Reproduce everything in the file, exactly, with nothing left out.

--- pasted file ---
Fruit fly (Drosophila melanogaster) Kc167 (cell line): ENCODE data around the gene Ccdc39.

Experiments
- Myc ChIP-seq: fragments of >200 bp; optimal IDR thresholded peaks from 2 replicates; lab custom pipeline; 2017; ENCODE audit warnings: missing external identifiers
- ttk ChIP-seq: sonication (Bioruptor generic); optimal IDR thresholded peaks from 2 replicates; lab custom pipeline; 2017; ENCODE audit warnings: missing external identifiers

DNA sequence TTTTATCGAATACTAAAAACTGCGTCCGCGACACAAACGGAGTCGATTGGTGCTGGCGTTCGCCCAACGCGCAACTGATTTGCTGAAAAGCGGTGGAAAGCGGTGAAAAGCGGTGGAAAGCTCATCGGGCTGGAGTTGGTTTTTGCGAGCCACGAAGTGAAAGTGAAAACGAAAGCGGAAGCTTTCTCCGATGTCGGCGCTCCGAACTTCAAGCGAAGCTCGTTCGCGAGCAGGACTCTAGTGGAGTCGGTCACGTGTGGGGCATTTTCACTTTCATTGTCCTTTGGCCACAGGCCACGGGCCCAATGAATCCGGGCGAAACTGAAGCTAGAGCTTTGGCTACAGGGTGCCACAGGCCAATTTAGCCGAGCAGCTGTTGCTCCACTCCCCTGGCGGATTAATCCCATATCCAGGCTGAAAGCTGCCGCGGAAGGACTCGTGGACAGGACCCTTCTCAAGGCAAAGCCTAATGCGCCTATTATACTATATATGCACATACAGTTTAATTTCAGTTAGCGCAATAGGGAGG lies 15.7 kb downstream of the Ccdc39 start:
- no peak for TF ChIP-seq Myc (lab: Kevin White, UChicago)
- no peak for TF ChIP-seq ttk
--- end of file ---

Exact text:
Fruit fly (Drosophila melanogaster) Kc167 (cell line): ENCODE data around the gene Ccdc39.

Experiments
- Myc ChIP-seq: fragments of >200 bp; optimal IDR thresholded peaks from 2 replicates; lab custom pipeline; 2017; ENCODE audit warnings: missing external identifiers
- ttk ChIP-seq: sonication (Bioruptor generic); optimal IDR thresholded peaks from 2 replicates; lab custom pipeline; 2017; ENCODE audit warnings: missing external identifiers

DNA sequence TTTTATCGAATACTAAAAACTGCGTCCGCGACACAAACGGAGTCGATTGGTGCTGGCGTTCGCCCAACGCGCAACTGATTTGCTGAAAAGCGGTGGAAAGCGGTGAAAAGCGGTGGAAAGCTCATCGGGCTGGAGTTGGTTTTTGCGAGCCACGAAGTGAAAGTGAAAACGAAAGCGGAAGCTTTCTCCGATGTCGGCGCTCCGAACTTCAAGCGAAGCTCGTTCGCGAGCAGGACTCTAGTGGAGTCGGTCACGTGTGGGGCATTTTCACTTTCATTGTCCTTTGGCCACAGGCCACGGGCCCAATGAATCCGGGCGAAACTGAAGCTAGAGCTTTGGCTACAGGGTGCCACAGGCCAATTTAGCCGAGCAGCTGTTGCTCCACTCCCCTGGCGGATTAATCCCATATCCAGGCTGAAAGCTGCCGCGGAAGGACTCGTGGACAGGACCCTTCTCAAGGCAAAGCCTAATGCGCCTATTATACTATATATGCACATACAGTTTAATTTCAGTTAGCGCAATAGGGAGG lies 15.7 kb downstream of the Ccdc39 start:
- no peak for TF ChIP-seq Myc (lab: Kevin White, UChicago)
- no peak for TF ChIP-seq ttk